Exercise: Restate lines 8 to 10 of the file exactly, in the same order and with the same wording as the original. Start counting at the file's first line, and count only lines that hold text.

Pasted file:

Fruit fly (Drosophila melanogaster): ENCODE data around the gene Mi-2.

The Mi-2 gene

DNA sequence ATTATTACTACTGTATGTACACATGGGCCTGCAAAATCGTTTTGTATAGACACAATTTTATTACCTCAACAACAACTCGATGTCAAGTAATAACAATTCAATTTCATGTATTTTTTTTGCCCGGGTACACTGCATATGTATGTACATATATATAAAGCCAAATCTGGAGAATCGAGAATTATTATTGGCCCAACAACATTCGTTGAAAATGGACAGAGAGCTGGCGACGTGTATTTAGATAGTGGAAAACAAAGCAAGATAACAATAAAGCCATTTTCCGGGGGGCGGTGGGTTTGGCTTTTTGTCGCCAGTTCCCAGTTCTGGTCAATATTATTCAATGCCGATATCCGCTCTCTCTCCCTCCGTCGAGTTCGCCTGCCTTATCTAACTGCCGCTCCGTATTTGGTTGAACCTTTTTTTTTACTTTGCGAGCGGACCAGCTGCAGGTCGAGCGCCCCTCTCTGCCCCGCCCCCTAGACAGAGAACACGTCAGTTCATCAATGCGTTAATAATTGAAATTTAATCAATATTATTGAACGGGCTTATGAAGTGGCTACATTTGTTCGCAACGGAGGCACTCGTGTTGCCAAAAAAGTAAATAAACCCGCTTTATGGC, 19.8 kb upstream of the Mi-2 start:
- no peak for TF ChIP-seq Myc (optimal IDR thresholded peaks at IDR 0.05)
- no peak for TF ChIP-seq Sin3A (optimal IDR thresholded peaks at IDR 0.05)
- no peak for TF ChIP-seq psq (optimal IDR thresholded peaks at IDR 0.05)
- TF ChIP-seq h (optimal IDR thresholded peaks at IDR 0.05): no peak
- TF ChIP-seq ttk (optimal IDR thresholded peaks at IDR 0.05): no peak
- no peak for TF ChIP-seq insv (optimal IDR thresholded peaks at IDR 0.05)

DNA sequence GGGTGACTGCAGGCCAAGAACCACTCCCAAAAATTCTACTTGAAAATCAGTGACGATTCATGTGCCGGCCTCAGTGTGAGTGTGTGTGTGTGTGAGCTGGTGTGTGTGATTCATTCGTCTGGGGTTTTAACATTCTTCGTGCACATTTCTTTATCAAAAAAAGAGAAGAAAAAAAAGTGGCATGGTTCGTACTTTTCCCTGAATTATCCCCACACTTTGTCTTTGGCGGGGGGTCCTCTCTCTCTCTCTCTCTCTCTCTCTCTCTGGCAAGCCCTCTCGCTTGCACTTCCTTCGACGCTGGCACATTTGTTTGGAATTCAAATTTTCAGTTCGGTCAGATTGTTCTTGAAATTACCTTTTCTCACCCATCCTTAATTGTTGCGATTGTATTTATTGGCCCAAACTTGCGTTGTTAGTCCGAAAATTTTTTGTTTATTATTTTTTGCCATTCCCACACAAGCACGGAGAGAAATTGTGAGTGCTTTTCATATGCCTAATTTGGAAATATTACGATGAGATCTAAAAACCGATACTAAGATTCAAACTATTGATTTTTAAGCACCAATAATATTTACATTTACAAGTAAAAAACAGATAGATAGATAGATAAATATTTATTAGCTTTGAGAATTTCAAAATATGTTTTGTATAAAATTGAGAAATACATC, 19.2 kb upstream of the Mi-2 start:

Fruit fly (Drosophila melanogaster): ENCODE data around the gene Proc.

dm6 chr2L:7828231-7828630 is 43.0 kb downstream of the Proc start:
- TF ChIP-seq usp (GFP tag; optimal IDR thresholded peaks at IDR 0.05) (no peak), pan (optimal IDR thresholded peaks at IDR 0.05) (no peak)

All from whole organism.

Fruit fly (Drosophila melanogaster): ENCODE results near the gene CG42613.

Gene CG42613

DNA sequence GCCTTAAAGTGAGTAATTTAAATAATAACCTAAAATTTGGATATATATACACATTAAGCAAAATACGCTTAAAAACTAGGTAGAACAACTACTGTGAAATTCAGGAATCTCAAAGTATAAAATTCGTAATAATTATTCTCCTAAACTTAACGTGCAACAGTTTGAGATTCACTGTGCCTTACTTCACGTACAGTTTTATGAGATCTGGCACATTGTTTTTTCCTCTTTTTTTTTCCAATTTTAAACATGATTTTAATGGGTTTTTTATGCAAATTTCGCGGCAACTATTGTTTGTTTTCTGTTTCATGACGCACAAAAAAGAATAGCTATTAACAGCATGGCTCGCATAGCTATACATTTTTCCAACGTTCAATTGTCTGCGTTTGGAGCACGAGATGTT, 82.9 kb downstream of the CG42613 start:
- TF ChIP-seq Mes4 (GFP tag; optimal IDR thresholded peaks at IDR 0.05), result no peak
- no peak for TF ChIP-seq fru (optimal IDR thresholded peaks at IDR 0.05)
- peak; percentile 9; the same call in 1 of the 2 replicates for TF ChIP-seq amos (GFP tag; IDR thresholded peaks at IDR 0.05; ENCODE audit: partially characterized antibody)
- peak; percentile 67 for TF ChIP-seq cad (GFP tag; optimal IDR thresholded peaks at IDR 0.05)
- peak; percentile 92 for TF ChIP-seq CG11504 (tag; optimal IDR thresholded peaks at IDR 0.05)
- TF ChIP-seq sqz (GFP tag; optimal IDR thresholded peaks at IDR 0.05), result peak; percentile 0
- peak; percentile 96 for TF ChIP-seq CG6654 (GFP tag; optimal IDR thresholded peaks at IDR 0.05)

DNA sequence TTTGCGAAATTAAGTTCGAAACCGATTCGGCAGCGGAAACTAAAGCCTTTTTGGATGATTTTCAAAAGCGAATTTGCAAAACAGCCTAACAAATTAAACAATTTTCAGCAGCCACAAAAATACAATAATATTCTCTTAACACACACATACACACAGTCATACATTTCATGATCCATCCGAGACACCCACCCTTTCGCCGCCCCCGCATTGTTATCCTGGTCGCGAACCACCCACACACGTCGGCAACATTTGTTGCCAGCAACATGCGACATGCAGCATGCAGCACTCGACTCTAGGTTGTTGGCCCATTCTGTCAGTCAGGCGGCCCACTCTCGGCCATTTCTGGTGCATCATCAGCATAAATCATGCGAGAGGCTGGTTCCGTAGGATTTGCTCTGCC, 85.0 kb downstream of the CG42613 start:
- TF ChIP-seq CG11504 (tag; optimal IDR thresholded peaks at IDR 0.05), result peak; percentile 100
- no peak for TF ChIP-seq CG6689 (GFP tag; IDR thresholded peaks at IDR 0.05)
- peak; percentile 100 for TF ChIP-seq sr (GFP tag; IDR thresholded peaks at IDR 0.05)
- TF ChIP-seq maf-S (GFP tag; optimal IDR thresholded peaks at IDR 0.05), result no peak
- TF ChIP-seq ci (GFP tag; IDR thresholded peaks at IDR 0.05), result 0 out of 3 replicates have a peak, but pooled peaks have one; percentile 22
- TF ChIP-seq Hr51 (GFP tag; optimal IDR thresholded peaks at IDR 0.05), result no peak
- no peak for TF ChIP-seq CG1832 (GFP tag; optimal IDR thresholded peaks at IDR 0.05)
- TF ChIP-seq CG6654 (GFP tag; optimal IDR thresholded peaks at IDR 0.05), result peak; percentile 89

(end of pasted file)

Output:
- TF ChIP-seq ttk (optimal IDR thresholded peaks at IDR 0.05): no peak
- no peak for TF ChIP-seq insv (optimal IDR thresholded peaks at IDR 0.05)

DNA sequence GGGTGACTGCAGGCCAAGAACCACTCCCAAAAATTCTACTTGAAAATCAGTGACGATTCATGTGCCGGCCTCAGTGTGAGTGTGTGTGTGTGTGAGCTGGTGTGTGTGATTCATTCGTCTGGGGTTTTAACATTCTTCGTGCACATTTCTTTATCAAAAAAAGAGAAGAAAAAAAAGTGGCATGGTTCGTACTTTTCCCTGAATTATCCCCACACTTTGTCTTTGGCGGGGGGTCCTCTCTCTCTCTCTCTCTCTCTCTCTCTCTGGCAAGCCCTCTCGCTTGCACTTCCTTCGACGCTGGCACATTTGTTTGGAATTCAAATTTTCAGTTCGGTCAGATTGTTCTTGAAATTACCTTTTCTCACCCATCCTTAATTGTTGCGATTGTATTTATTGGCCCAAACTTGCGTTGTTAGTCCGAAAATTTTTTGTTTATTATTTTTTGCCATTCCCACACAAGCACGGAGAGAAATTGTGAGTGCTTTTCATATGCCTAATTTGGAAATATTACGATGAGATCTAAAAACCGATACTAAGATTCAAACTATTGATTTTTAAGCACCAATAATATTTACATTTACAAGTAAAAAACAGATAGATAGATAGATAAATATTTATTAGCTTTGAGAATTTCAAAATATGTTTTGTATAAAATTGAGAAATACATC, 19.2 kb upstream of the Mi-2 start: